Immunoregulation by the gut microbiota

Junko Nishio, Kenya Honda

Research output: Contribution to journalArticle

38 Citations (Scopus)

Abstract

The human intestinal mucosa is constantly exposed to commensal microbiota. Since the gut microbiota is beneficial to the host, hosts have evolved intestinespecific immune systems to co-exist with the microbiota. On the other hand, the intestinal microbiota actively regulates the host's immune system, and recent studies have revealed that specific commensal bacterial species induce the accumulation of specific immune cell populations. For instance, segmented filamentous bacteria and Clostridium species belonging to clusters XIVa and IV induce the accumulation of Th17 cells in the small intestine and Foxp3? regulatory T cells in the large intestine, respectively. The immune cells induced by the gut microbiota likely contribute to intestinal homeostasis and influence systemic immunity in the host.

Original languageEnglish
Pages (from-to)3635-3650
Number of pages16
JournalCellular and Molecular Life Sciences
Volume69
Issue number21
DOIs
Publication statusPublished - 2012 Nov
Externally publishedYes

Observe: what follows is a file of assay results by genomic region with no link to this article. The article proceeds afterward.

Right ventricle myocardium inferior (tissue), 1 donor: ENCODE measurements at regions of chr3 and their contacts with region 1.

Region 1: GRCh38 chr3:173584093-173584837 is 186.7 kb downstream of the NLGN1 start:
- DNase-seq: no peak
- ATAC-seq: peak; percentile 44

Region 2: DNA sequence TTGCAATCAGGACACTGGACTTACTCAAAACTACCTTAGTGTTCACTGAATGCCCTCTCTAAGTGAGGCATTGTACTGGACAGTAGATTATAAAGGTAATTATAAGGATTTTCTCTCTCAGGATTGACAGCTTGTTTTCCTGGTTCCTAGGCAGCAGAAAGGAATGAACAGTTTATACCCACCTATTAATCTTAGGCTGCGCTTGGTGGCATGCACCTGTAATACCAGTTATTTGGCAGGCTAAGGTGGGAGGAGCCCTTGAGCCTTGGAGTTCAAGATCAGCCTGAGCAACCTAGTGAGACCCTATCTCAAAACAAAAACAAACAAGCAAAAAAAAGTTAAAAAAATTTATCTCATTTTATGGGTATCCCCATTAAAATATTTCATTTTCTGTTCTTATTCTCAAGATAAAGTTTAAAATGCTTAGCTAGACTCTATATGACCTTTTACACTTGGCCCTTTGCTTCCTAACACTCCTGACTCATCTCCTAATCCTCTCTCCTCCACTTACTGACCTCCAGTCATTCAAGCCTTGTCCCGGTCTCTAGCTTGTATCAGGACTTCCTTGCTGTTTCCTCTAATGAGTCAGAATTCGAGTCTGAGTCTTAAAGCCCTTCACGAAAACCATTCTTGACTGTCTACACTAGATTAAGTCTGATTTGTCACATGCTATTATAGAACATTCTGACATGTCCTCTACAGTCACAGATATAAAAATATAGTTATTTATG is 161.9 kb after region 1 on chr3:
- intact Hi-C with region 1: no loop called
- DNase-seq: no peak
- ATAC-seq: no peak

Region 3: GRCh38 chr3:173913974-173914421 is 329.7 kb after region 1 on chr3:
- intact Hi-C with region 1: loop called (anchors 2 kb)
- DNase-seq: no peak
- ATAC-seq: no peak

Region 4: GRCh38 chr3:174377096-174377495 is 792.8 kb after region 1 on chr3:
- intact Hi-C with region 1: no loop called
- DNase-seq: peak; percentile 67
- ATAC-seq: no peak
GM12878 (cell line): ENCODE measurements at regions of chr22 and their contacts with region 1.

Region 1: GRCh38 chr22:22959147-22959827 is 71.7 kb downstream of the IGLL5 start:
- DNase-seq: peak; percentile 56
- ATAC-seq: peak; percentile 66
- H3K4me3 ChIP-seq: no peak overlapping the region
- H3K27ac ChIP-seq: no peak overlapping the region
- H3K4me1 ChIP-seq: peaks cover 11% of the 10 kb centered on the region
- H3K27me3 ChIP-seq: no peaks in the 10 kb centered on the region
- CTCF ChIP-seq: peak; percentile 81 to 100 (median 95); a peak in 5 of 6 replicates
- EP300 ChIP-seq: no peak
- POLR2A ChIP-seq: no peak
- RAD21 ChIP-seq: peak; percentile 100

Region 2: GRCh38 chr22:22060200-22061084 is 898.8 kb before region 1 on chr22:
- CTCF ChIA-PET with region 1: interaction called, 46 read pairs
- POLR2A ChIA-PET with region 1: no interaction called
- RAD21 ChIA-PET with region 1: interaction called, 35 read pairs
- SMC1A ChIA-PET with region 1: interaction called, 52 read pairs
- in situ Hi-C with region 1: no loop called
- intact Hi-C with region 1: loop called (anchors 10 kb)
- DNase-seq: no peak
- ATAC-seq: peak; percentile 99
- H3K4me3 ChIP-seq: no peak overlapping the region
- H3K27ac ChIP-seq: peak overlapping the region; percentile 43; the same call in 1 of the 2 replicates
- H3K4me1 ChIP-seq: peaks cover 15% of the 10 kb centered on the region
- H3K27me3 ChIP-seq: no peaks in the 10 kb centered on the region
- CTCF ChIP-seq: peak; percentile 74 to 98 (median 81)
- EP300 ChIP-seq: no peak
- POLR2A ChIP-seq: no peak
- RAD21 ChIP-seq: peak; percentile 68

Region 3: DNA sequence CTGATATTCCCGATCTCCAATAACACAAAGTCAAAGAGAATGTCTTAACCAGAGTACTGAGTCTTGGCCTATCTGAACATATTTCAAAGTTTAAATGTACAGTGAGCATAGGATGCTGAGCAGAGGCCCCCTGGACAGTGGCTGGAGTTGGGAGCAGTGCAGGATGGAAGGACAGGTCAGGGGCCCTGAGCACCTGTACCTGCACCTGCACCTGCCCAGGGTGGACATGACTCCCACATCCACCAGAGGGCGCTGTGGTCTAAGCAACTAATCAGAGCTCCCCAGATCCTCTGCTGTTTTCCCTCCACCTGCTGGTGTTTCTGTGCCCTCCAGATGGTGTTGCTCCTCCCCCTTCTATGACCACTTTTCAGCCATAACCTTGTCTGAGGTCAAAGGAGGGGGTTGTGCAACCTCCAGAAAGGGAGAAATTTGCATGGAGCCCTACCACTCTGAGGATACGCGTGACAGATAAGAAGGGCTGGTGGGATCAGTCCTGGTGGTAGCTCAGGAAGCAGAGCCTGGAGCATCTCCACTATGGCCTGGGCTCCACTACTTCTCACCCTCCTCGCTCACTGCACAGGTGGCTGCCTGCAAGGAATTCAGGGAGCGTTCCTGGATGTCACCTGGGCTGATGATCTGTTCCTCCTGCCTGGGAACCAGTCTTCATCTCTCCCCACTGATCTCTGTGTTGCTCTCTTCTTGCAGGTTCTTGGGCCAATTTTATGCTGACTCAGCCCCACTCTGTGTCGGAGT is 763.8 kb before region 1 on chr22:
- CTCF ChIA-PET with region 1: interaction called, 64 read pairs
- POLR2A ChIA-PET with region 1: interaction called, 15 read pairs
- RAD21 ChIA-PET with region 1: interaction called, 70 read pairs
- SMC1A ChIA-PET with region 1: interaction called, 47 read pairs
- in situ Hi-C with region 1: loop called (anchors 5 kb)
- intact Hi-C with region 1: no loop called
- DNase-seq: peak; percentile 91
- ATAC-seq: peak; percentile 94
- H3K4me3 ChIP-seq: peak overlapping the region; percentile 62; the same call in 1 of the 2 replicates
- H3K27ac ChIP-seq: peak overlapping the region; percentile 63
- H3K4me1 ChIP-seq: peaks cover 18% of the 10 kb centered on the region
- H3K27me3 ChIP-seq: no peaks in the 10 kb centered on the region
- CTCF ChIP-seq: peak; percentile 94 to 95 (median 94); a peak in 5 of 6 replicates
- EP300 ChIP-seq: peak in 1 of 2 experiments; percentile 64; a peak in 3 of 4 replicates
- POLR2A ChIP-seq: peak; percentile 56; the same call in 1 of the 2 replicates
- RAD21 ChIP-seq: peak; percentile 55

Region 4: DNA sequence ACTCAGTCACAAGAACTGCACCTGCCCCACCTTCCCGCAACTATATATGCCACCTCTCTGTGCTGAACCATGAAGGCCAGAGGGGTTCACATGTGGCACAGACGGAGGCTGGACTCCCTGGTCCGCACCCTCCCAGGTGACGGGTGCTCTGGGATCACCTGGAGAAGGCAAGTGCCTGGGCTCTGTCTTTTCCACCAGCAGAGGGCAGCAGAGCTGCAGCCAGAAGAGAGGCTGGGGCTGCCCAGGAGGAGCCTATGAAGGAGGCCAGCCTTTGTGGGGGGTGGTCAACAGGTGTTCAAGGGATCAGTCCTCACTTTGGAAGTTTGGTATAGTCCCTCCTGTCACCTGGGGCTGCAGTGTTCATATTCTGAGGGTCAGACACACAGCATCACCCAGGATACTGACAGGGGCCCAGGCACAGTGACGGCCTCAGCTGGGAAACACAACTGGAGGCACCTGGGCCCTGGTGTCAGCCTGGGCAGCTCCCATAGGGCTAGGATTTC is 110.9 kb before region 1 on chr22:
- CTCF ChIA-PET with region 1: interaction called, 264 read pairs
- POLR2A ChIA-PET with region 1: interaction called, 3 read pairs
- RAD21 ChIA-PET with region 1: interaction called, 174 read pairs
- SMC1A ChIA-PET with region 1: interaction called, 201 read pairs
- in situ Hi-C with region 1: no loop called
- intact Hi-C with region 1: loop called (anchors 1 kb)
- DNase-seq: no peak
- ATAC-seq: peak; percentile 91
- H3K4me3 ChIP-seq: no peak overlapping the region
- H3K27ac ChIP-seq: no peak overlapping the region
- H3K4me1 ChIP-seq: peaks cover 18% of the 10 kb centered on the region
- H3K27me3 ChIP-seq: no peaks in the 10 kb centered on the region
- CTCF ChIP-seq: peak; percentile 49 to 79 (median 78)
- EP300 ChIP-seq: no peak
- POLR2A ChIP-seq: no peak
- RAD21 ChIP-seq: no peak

Fingerprint

Microbiota
Immune System
Th17 Cells
Clostridium
Large Intestine
Regulatory T-Lymphocytes
Intestinal Mucosa
Small Intestine
Immunity
Homeostasis
Bacteria
Population
Gastrointestinal Microbiome

Keywords

  • Clostiridium
  • Gut microbiota
  • Innate lymphoid cells
  • Regulatory T cells
  • Segmented filamentous bacteria
  • Th17

ASJC Scopus subject areas

  • Cell Biology
  • Molecular Biology
  • Molecular Medicine
  • Pharmacology
  • Cellular and Molecular Neuroscience

Cite this

Immunoregulation by the gut microbiota. / Nishio, Junko; Honda, Kenya.

In: Cellular and Molecular Life Sciences, Vol. 69, No. 21, 11.2012, p. 3635-3650.

Research output: Contribution to journalArticle

Nishio, Junko ; Honda, Kenya. / Immunoregulation by the gut microbiota. In: Cellular and Molecular Life Sciences. 2012 ; Vol. 69, No. 21. pp. 3635-3650.
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